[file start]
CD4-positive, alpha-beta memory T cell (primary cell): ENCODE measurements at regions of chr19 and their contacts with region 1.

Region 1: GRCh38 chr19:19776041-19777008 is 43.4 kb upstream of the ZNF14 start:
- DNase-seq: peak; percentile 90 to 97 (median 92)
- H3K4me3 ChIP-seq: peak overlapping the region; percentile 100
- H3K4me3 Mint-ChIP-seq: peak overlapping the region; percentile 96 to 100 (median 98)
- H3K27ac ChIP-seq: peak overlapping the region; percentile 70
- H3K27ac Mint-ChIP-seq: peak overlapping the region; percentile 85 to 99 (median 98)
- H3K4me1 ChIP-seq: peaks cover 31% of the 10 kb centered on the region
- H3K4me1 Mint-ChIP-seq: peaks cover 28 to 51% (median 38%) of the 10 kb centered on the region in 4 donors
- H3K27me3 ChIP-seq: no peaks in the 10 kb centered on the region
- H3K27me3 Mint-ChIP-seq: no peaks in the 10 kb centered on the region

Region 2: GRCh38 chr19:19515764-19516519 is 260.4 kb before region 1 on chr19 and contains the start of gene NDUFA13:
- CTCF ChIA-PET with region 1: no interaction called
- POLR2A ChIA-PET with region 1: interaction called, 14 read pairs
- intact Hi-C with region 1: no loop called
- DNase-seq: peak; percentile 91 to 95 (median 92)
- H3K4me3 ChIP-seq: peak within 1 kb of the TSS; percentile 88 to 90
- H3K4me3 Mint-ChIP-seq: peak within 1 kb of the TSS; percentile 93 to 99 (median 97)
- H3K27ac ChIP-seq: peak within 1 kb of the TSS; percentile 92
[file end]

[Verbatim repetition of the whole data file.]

CD4-positive, alpha-beta memory T cell (primary cell): ENCODE measurements at regions of chr19 and their contacts with region 1.

Region 1: GRCh38 chr19:19776041-19777008 is 43.4 kb upstream of the ZNF14 start:
- DNase-seq: peak; percentile 90 to 97 (median 92)
- H3K4me3 ChIP-seq: peak overlapping the region; percentile 100
- H3K4me3 Mint-ChIP-seq: peak overlapping the region; percentile 96 to 100 (median 98)
- H3K27ac ChIP-seq: peak overlapping the region; percentile 70
- H3K27ac Mint-ChIP-seq: peak overlapping the region; percentile 85 to 99 (median 98)
- H3K4me1 ChIP-seq: peaks cover 31% of the 10 kb centered on the region
- H3K4me1 Mint-ChIP-seq: peaks cover 28 to 51% (median 38%) of the 10 kb centered on the region in 4 donors
- H3K27me3 ChIP-seq: no peaks in the 10 kb centered on the region
- H3K27me3 Mint-ChIP-seq: no peaks in the 10 kb centered on the region

Region 2: GRCh38 chr19:19515764-19516519 is 260.4 kb before region 1 on chr19 and contains the start of gene NDUFA13:
- CTCF ChIA-PET with region 1: no interaction called
- POLR2A ChIA-PET with region 1: interaction called, 14 read pairs
- intact Hi-C with region 1: no loop called
- DNase-seq: peak; percentile 91 to 95 (median 92)
- H3K4me3 ChIP-seq: peak within 1 kb of the TSS; percentile 88 to 90
- H3K4me3 Mint-ChIP-seq: peak within 1 kb of the TSS; percentile 93 to 99 (median 97)
- H3K27ac ChIP-seq: peak within 1 kb of the TSS; percentile 92